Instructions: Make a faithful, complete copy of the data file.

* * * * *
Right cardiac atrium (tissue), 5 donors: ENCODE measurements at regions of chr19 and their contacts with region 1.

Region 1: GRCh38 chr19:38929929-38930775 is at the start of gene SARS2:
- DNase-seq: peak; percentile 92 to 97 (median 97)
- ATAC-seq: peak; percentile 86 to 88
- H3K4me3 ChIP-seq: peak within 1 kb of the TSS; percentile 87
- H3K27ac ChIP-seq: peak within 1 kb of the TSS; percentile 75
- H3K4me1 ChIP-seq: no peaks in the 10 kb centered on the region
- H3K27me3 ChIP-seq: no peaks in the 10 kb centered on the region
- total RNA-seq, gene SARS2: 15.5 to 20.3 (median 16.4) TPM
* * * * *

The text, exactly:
Right cardiac atrium (tissue), 5 donors: ENCODE measurements at regions of chr19 and their contacts with region 1.

Region 1: GRCh38 chr19:38929929-38930775 is at the start of gene SARS2:
- DNase-seq: peak; percentile 92 to 97 (median 97)
- ATAC-seq: peak; percentile 86 to 88
- H3K4me3 ChIP-seq: peak within 1 kb of the TSS; percentile 87
- H3K27ac ChIP-seq: peak within 1 kb of the TSS; percentile 75
- H3K4me1 ChIP-seq: no peaks in the 10 kb centered on the region
- H3K27me3 ChIP-seq: no peaks in the 10 kb centered on the region
- total RNA-seq, gene SARS2: 15.5 to 20.3 (median 16.4) TPM